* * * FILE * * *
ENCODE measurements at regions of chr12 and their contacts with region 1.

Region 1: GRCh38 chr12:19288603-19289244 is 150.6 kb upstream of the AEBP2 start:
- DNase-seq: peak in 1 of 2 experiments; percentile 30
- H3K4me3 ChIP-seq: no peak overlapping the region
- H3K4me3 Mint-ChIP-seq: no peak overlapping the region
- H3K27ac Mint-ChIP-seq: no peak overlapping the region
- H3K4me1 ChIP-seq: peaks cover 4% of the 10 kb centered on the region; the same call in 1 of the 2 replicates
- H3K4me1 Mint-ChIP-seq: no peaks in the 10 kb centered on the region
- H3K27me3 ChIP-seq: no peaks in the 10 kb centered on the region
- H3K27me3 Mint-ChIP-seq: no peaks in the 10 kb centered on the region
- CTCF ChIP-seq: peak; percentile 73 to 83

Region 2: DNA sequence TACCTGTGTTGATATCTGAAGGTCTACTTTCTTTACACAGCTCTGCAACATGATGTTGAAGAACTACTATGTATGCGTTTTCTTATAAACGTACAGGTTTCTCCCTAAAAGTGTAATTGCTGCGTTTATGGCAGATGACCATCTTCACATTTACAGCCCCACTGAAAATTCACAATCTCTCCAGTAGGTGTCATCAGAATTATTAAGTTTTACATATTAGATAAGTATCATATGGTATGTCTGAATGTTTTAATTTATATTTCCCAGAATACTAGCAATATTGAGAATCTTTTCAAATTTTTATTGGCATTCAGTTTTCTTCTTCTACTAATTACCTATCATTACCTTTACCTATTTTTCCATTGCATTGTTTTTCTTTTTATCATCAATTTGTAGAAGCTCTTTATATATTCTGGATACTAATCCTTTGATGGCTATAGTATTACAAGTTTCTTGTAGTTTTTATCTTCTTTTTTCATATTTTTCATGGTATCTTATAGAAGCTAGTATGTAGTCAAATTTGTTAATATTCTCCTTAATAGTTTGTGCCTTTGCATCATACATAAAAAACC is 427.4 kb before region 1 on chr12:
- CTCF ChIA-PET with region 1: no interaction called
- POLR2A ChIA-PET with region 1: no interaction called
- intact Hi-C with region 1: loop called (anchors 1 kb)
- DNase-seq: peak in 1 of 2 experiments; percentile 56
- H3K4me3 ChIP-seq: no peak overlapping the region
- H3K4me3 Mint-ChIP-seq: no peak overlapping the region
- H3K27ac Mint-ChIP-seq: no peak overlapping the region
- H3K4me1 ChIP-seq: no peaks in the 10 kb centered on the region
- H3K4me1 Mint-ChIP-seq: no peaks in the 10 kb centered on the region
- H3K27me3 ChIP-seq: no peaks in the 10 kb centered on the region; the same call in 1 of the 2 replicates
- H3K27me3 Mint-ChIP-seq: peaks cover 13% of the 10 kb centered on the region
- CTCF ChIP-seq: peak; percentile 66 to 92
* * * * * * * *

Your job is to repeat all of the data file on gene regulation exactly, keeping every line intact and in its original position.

ENCODE measurements at regions of chr12 and their contacts with region 1.

Region 1: GRCh38 chr12:19288603-19289244 is 150.6 kb upstream of the AEBP2 start:
- DNase-seq: peak in 1 of 2 experiments; percentile 30
- H3K4me3 ChIP-seq: no peak overlapping the region
- H3K4me3 Mint-ChIP-seq: no peak overlapping the region
- H3K27ac Mint-ChIP-seq: no peak overlapping the region
- H3K4me1 ChIP-seq: peaks cover 4% of the 10 kb centered on the region; the same call in 1 of the 2 replicates
- H3K4me1 Mint-ChIP-seq: no peaks in the 10 kb centered on the region
- H3K27me3 ChIP-seq: no peaks in the 10 kb centered on the region
- H3K27me3 Mint-ChIP-seq: no peaks in the 10 kb centered on the region
- CTCF ChIP-seq: peak; percentile 73 to 83

Region 2: DNA sequence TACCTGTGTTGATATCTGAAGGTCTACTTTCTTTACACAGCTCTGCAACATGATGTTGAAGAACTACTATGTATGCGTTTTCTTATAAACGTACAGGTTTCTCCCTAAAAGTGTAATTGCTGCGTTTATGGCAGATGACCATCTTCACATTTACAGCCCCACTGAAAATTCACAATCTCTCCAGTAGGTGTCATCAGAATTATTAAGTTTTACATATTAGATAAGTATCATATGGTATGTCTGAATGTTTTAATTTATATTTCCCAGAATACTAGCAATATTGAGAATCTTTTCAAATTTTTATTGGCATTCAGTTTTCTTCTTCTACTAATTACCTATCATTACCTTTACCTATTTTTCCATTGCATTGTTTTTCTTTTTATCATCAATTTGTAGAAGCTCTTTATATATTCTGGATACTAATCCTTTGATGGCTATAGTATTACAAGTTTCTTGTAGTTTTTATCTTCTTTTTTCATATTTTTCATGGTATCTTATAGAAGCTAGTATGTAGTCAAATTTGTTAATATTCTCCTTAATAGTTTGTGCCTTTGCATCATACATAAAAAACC is 427.4 kb before region 1 on chr12:
- CTCF ChIA-PET with region 1: no interaction called
- POLR2A ChIA-PET with region 1: no interaction called
- intact Hi-C with region 1: loop called (anchors 1 kb)
- DNase-seq: peak in 1 of 2 experiments; percentile 56
- H3K4me3 ChIP-seq: no peak overlapping the region
- H3K4me3 Mint-ChIP-seq: no peak overlapping the region
- H3K27ac Mint-ChIP-seq: no peak overlapping the region
- H3K4me1 ChIP-seq: no peaks in the 10 kb centered on the region
- H3K4me1 Mint-ChIP-seq: no peaks in the 10 kb centered on the region
- H3K27me3 ChIP-seq: no peaks in the 10 kb centered on the region; the same call in 1 of the 2 replicates
- H3K27me3 Mint-ChIP-seq: peaks cover 13% of the 10 kb centered on the region
- CTCF ChIP-seq: peak; percentile 66 to 92